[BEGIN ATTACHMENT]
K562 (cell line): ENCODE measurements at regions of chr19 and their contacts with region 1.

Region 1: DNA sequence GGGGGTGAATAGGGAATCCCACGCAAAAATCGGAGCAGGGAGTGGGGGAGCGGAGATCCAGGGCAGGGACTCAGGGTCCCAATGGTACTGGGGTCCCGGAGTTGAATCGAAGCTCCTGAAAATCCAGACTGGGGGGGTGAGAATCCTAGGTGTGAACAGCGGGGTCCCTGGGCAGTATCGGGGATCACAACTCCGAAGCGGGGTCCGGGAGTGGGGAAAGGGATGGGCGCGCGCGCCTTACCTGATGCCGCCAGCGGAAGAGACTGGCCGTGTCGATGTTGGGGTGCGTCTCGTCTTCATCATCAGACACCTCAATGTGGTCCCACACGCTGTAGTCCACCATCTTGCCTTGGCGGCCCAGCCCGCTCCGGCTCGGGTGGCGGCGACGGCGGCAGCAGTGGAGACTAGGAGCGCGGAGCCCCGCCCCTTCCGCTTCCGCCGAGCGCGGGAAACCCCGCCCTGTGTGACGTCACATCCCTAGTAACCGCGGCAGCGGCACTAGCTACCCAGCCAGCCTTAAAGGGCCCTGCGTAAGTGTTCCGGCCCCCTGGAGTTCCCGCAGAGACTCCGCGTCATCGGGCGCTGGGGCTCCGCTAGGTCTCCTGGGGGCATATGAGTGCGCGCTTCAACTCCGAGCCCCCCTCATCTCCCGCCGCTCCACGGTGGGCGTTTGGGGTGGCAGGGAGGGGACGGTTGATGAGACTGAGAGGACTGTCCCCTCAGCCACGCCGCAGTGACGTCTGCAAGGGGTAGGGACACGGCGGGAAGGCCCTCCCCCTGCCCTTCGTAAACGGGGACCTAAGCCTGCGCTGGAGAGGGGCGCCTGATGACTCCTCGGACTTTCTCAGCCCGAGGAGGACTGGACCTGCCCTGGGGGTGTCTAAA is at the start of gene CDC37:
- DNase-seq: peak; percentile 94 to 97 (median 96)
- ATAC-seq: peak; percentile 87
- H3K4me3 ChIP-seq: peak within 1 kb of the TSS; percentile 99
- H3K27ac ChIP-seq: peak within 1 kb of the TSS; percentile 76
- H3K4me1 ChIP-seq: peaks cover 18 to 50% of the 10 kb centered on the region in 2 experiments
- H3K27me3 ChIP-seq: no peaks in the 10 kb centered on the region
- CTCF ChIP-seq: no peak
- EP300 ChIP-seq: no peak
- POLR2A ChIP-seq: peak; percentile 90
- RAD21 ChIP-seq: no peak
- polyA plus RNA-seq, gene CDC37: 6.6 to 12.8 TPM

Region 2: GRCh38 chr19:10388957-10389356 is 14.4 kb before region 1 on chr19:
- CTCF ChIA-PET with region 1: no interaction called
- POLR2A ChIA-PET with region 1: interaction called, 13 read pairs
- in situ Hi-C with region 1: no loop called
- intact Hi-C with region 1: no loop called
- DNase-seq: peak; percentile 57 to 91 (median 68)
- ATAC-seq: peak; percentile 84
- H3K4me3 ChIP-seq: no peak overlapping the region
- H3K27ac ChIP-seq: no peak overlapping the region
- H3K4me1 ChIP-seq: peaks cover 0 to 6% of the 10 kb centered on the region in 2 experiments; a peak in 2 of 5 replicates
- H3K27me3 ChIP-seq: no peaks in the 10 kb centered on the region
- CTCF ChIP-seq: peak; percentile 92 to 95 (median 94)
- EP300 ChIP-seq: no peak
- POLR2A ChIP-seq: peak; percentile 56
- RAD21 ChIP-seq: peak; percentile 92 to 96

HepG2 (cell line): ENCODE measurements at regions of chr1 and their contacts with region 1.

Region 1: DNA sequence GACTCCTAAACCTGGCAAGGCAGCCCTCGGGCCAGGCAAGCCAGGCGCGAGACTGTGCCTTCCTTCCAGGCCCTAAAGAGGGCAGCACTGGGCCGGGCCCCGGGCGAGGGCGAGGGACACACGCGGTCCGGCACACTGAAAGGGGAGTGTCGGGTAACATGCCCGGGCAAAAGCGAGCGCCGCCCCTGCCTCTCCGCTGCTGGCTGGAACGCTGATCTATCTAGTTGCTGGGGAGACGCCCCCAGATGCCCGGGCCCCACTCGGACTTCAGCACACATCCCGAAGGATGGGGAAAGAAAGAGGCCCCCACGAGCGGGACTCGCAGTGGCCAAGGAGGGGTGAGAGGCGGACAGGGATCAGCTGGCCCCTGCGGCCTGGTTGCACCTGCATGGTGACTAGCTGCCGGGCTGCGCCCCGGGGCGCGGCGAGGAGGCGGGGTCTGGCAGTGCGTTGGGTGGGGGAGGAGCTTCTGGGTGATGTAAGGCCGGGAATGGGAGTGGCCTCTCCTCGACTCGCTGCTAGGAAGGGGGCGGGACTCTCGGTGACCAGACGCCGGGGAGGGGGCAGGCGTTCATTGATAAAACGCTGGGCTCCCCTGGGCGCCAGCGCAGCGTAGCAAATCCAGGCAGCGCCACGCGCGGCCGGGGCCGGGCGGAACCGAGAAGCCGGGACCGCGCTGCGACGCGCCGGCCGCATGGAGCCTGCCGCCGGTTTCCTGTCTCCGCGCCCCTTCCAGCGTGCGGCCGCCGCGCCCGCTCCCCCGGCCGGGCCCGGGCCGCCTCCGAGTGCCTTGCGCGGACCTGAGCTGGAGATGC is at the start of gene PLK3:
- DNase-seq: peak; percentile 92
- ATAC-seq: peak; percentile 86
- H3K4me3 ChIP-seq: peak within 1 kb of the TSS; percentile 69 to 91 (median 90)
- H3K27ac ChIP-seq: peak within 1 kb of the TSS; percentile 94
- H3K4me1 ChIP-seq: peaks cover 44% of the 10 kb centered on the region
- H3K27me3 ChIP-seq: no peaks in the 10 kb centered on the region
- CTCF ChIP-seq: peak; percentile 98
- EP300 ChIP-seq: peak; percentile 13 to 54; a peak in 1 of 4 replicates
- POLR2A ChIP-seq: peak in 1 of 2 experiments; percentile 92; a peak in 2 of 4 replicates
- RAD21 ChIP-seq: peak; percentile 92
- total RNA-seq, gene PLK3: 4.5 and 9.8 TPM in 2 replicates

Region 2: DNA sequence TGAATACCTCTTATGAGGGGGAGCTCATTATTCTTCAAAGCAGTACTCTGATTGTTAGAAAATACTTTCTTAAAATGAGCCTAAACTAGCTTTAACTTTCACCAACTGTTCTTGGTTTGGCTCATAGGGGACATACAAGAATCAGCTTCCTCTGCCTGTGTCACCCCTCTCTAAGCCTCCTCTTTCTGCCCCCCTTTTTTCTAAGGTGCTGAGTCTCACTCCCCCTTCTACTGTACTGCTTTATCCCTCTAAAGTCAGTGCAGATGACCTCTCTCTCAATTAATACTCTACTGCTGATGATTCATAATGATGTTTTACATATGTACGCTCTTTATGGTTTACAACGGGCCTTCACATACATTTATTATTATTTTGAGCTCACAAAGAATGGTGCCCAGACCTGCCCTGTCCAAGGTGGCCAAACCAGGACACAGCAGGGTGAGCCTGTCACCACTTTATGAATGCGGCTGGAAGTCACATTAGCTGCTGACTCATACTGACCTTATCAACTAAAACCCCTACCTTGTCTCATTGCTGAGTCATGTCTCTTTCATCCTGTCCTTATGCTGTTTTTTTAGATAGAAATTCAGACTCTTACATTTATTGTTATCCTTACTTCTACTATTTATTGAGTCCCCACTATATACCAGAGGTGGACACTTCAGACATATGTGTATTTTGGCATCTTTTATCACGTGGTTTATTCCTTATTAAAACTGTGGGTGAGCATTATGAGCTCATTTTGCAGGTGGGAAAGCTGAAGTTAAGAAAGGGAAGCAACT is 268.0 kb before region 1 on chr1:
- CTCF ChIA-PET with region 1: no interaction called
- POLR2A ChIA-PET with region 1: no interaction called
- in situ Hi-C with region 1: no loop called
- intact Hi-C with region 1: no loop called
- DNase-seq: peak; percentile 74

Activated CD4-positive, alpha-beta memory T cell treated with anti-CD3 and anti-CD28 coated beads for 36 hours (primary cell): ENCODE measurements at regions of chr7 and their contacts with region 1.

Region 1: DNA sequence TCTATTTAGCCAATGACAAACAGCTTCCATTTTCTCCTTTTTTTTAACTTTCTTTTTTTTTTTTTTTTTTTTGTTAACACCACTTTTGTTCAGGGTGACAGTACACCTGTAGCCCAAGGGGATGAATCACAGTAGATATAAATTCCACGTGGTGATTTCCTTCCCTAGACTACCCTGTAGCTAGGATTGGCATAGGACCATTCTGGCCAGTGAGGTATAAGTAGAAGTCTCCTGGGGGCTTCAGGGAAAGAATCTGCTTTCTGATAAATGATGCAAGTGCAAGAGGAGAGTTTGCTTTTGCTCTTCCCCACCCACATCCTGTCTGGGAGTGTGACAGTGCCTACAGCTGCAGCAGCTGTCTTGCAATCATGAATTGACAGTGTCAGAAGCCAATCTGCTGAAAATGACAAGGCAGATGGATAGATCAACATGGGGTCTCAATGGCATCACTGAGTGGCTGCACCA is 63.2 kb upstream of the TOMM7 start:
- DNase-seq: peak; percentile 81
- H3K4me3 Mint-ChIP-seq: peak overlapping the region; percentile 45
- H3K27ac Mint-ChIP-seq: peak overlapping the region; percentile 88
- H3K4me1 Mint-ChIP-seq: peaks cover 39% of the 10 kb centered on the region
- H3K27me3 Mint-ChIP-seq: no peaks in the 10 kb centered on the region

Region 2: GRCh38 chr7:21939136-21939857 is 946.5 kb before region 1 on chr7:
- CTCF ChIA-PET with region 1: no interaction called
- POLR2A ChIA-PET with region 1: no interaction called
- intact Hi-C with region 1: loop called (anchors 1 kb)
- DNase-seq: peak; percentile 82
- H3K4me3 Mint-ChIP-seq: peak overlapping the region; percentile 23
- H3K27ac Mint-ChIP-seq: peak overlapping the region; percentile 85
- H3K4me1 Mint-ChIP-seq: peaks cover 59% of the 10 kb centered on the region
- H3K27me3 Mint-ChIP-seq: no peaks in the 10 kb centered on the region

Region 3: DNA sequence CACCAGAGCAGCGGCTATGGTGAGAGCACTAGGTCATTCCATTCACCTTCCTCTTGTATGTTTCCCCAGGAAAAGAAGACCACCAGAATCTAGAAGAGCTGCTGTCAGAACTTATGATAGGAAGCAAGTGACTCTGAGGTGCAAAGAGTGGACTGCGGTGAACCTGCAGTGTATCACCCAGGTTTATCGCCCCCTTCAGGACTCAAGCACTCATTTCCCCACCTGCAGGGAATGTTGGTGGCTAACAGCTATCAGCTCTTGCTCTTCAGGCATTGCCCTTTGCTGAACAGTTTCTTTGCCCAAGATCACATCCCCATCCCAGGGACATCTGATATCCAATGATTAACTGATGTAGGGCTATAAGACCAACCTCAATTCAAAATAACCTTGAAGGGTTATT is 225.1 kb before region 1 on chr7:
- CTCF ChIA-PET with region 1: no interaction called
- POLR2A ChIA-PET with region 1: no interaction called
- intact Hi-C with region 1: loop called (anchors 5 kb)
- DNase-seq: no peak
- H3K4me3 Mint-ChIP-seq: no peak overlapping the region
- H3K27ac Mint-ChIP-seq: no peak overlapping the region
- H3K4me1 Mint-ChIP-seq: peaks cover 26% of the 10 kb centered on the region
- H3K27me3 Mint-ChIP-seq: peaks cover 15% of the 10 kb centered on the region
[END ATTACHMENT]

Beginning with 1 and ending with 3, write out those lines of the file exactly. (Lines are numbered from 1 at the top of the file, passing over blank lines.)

K562 (cell line): ENCODE measurements at regions of chr19 and their contacts with region 1.

Region 1: DNA sequence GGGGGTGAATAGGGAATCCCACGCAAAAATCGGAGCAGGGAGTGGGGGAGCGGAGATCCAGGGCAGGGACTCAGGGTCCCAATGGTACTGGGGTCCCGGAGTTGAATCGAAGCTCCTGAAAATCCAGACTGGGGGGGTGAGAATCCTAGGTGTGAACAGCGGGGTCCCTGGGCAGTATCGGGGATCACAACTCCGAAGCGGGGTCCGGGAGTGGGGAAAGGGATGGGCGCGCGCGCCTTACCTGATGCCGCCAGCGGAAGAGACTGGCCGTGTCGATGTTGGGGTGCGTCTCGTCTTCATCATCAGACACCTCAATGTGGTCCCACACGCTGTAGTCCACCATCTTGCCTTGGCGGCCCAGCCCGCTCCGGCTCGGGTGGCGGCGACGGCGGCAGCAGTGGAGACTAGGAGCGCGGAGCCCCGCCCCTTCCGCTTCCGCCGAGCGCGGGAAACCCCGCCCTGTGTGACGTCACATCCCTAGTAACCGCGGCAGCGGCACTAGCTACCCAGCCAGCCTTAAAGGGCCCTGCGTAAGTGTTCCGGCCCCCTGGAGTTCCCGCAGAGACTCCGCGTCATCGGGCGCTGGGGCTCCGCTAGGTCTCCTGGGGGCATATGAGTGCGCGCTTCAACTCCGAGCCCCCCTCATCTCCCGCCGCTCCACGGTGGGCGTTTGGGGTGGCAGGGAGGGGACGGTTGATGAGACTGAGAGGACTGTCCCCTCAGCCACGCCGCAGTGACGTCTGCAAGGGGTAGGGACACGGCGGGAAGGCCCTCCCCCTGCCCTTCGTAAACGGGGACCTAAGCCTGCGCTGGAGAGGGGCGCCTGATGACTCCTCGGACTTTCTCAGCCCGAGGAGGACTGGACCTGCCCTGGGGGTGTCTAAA is at the start of gene CDC37:
- DNase-seq: peak; percentile 94 to 97 (median 96)